08 February 2018

Rangoon Memorial – the history, design and unveiling

Tomorrow marks the 60th anniversary of the unveiling of the CWGC Rangoon Memorial in Myanmar by General Sir Francis Festing, Commander in Chief of Far East Land Forces, on 9 February 1958.

CWGC Rangoon Memorial in Taukkyan War Cemetery

The history

Some of the most difficult conditions experienced by British and Commonwealth forces in the Second World War were in Burma (now Myanmar), where a bitter campaign against the Japanese Army raged across the country, from Thailand to the borders of India.

Most of the Commonwealth troops fighting in Burma served with the Indian Army. Their courage, skill and determination led, in no small part, to the eventual allied victory against the Japanese. The CWGC commemorates almost 39,500 service personnel in Burma, of whom nearly 23,000 served with Indian forces.

The design

Rangoon Memorial in 1960 (left), and construction of the memorial in 1957 (right)

The memorial is located in the centre of Taukkyan War Cemetery, which is the largest of the three war cemeteries in Burma. In 1951 remains were brought to the cemetery from many locations across the country from civil and cantonment cemeteries, to isolated jungle and roadside sites. The cemetery contains more than 6,300 Commonwealth burials of the Second World War, 867 of them unidentified, and more than 50 Commonwealth servicemen of the First World War.

However, the vast majority of those who died in Burma have no known grave, and they are commemorated by the CWGC Rangoon Memorial, which bears the names of more than 26,850 service personnel, of whom more than 19,600 served with Indian forces.

The Rangoon Memorial was designed by H. J. Brown, who worked on several cemeteries and memorials for the Commission in India, Pakistan and Burma.

Brown noted that ‘although the layout of the graves has evidently been arranged to accommodate a memorial at or near the entrance, it seemed to me that this was not the most suitable site’. He proposed a central memorial, partly to suit the layout of the cemetery, but also because it allowed visitors to first understand the purpose of the cemetery before experiencing the memorial.

The memorial consists of two long open garden courts, flanked by long colonnades on either side, and joined in the middle by an open rotunda. Brown chose a circular shape for the centrepiece to allow English, Urdu, Hindu, Gurmukhi and Burmese translations of the inscription to be placed in positions of equal importance.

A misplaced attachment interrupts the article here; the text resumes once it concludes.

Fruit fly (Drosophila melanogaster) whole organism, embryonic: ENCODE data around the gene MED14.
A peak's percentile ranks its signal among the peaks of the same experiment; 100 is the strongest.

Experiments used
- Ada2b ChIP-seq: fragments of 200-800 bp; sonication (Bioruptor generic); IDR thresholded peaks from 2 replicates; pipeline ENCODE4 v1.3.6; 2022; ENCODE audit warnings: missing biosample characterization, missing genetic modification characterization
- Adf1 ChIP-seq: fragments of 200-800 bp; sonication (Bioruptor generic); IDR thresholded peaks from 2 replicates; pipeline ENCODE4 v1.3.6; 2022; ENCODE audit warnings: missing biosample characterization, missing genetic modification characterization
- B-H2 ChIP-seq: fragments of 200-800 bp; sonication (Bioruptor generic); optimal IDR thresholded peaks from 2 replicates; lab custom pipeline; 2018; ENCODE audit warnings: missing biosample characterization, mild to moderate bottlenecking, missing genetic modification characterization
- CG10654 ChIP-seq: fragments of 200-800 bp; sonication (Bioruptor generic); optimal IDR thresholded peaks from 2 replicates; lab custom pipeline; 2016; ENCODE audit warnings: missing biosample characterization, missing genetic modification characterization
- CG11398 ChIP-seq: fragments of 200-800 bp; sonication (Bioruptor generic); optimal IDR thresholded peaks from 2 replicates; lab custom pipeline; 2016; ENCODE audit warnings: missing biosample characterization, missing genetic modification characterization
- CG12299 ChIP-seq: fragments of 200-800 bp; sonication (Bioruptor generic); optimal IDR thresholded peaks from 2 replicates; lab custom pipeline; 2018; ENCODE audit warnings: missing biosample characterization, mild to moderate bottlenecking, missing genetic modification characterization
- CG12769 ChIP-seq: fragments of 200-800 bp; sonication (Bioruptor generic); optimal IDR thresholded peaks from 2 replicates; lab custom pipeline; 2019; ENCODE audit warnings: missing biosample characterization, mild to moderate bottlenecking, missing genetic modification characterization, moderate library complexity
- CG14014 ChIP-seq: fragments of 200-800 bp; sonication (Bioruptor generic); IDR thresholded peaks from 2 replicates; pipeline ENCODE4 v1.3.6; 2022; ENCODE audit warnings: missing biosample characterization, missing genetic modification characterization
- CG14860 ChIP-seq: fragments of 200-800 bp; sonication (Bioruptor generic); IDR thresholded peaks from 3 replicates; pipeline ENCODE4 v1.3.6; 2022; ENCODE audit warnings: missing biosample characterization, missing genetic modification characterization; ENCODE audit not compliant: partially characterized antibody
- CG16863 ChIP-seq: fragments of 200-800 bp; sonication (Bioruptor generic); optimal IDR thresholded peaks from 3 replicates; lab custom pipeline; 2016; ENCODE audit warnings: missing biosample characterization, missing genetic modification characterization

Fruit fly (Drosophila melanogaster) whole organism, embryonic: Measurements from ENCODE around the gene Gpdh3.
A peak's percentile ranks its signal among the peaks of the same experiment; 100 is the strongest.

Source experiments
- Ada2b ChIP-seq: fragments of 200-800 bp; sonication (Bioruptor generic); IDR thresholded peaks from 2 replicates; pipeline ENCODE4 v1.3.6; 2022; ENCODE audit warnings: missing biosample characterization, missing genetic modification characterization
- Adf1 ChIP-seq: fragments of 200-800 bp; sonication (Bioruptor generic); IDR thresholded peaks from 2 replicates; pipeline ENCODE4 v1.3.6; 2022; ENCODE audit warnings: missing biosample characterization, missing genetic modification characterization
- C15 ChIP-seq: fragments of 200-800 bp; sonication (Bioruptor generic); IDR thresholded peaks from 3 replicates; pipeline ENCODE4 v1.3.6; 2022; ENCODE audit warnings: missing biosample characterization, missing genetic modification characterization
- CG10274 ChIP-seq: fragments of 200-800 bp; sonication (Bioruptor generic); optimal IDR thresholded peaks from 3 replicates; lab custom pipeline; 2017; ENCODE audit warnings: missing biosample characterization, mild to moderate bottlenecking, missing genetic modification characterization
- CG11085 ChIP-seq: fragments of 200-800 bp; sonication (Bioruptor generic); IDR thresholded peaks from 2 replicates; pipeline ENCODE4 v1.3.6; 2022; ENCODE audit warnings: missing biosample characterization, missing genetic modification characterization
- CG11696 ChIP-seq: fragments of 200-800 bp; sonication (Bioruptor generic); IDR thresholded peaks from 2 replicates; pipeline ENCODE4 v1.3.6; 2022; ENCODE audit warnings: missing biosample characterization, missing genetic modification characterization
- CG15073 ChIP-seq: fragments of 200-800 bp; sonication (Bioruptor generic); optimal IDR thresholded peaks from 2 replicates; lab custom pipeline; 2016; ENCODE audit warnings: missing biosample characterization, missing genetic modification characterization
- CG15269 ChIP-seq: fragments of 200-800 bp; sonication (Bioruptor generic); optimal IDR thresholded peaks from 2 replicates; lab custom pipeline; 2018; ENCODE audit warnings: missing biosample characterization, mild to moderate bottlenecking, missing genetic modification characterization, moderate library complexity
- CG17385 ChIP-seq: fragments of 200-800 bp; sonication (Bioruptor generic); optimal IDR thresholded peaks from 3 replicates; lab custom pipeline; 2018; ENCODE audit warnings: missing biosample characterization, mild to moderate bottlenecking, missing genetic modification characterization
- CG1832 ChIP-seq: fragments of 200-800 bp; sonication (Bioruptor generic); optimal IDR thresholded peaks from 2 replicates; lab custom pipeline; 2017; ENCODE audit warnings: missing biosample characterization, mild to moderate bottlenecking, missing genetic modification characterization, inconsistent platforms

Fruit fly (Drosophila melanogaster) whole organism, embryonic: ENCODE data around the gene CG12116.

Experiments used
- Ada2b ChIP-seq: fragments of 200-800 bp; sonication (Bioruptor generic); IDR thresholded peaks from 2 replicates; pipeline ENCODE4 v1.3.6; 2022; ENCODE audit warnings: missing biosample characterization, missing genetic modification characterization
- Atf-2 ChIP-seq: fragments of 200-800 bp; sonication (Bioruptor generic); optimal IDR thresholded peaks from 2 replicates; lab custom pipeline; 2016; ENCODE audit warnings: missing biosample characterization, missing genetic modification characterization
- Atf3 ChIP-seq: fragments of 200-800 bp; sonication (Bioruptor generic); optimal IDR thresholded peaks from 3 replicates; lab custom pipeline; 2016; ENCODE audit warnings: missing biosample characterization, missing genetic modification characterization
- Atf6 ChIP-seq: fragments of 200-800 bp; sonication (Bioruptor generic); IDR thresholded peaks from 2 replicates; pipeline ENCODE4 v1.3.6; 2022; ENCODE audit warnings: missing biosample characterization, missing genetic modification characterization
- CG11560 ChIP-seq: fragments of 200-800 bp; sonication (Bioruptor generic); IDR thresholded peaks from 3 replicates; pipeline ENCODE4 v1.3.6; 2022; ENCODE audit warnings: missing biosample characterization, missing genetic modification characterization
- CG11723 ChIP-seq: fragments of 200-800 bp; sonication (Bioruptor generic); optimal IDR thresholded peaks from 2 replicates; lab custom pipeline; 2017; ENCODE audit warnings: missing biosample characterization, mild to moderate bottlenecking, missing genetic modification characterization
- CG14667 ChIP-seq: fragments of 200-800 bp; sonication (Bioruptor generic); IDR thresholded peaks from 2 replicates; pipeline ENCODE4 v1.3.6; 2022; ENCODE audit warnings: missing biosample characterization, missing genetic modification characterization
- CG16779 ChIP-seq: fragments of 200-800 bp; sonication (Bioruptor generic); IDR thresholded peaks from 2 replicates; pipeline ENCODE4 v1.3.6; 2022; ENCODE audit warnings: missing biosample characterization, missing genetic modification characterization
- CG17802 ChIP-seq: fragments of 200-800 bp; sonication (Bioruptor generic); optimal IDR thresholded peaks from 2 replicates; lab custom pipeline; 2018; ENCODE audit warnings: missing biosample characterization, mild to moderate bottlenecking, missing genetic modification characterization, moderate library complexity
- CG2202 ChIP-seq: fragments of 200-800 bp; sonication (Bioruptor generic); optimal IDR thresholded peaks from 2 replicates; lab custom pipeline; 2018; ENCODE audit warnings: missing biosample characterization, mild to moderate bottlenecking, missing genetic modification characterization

The unveiling

Unveiling of the memorial on 9 February 1958, The Honourable U Nu, British Ambassador Mr Allen, and General Festing (right)

The memorial was unveiled on 9 February 1958 by General Sir Francis Festing, Commander in Chief of Far East Land Forces. In his address, General Festing said that it presents a picture of a simple truth – that of a multitude of men of many races and widely differing faiths, who gave their lives in a common cause.

Among those present were more than 50 relatives of those commemorated on the memorial, who travelled from the United Kingdom.

Click here to read the Order of Service for the unveiling

Recently discovered colour footage of the unveiling

Latest News

15 October 2018

Shaping Our Sorrow

Shaping a nation’s sorrow: CWGC launches new online exhibition to mark the end of the First World War centenary

The CWGC is deeply saddened by the vandalism to the Halifax Memorial in Point Pleasant Park in Halifax, Nova Scotia, Canada, and our sympathies go out to the descendants and comrades of the war dead who will be so deeply affected by this news.

The Commonwealth War Graves Commission is marking the end of the First World War Centenary with 120 personal stories of those who made the ultimate sacrifice in the last months of the war. One remarkable story is that of Josephine Carr, from Cork who died on 10 October 1918. The CWGC commemorates a staggering 120,000 men and women who died between 8 August and 11 November 1918